These surcharges that we are talking about are $100 for a summary conviction and $200 for an indictable offence. We are not talking about onerous fines, nor will people go to jail for non-payment unless they refuse and are in contempt of court.

Increasing Offenders' Accountability for Victims Act
Government Orders

December 11th, 2012 / 3:20 p.m.
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Green

Elizabeth May Saanich—Gulf Islands, BC

Mr. Speaker, the Supreme Court of Canada has held that an offender should not be imprisoned for non-payment. However, to someone who has no money, $100 might as well be $1,000 or $10,000.

In the class of those people most likely to be imprisoned, there are people for whom the application of these fines represents the kind of challenge that will prevent them from getting back on the road. That is why the Canadian Bar Association has urged that changes be made to this legislation. The Green Party joins them in that quest. I hope we will find a way to reintroduce judicial discretion at many more points throughout our criminal law system.

Increasing Offenders' Accountability for Victims Act
Government Orders

December 11th, 2012 / 3:20 p.m.
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Moncton—Riverview—Dieppe
New Brunswick

Conservative

Robert Goguen Parliamentary Secretary to the Minister of Justice

Mr. Speaker, I am pleased to rise today for the third reading of Bill C-37, the increasing offenders' accountability act. The bill proposes amendments to the victim surcharge provisions of the Criminal Code, which would address longstanding issues with the operation of the victim surcharge.

I am also pleased to say that Bill C-37 was reported back to the Standing Committee on Justice and Human Rights without any amendments.

All members of the House who believe that responsibility for crime begins with the offenders who commit those crimes should applaud the reforms included in the bill. Bill C-37 is not a long bill, nor are the amendments it proposes overly technical or complicated. However, we must not be misled into thinking that the proposed amendments are not of vital importance. Indeed, Bill C-37 is a small bill that will have a big impact. It will have an impact on offenders, who will be held accountable for their actions, and it will have an impact on victims of crime who need services to help them recover from their victimization.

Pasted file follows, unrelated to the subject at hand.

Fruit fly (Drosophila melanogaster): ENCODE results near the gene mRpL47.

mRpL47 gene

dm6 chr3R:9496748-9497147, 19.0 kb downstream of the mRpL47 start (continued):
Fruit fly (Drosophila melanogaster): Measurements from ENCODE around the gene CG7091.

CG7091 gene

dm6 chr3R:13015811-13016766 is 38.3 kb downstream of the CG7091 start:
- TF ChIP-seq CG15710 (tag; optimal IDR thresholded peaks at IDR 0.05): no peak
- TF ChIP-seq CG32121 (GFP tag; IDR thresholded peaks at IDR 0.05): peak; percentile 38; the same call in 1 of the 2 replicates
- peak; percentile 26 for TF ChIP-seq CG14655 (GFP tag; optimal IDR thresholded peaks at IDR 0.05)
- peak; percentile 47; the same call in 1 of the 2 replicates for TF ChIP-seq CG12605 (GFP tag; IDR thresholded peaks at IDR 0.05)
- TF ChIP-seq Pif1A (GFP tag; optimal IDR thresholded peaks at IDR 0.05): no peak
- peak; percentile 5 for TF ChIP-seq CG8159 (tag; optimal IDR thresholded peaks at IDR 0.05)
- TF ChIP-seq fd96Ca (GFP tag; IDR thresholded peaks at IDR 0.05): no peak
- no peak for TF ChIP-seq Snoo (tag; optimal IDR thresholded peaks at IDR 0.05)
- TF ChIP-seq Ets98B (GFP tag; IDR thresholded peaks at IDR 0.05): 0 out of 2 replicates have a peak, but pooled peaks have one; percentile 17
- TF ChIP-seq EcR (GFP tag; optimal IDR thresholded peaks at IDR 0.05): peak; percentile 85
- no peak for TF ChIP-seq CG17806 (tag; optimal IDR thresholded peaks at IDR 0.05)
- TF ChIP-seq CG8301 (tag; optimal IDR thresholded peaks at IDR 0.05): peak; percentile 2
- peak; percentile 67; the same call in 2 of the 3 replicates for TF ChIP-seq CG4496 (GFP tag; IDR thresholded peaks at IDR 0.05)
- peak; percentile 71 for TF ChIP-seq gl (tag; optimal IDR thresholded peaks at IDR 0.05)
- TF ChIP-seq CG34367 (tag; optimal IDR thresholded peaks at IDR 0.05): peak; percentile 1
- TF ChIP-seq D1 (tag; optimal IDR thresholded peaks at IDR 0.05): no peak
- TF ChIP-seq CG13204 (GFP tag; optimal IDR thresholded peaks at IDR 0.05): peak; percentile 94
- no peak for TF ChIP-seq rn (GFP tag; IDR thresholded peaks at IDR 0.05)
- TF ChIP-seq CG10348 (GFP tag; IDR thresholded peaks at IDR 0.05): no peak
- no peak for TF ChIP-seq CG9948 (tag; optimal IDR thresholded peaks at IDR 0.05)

The current victim surcharge provisions in the Criminal Code have not met their intended goals. The requirement for an offender to pay a victim surcharge dates back to amendments made to the Criminal Code in 1988. Ten years later, amendments to those original provisions were proposed in the report of the Standing Committee on Justice and Human Rights entitled, “Victims' Rights—A Voice, Not a Veto”.

The government response to that report described the original victim surcharge provisions as having two goals. First was to make each offender accountable in a small way to victims of crime as a group. Second was to generate revenue for victim services. The government response to the committee's report also noted that the original victim surcharge provisions had fallen far short of expectations. The amendments to the victim surcharge provisions that followed in 2000 also failed to address problems with the operation of the victim surcharge. How do we know this? The victim surcharge is still not being applied in all appropriate cases and it is not generating the revenue that it should for victim services.

There are two very important consequences that flow from the problems with the victim surcharge provisions. The first is that offenders are not being held accountable for their actions. Currently, a sentencing court may exempt an offender from paying the victim surcharge if it will cause undue hardship to the offender or the offender's dependants. However, overly high waiver rates have revealed that the victim surcharge is not being imposed as it should. The victim surcharge is being routinely waived without the required supporting evidence showing that it would cause undue hardship to the offender or the offender's dependants.

The money from the victim surcharge is used by the province or territory where the offender is sentenced to fund services for victims of crime. This is how the first goal of holding offenders accountable to victims of crime as a group is intended to be met, by having each offender contribute a small amount to victim services in their province or territory. As many offenders are inappropriately exempted from paying the victim surcharge, it is clear that this goal is not being met.

The second consequence flowing from the problems with the current surcharge provisions is that revenues from the victim surcharge have never realized their potential. The provinces and territories have reported this problem since the victim surcharge provisions were first created. Therefore, we also know that the second goal of the victim surcharge, that of generating revenue for victim services, has not been met either.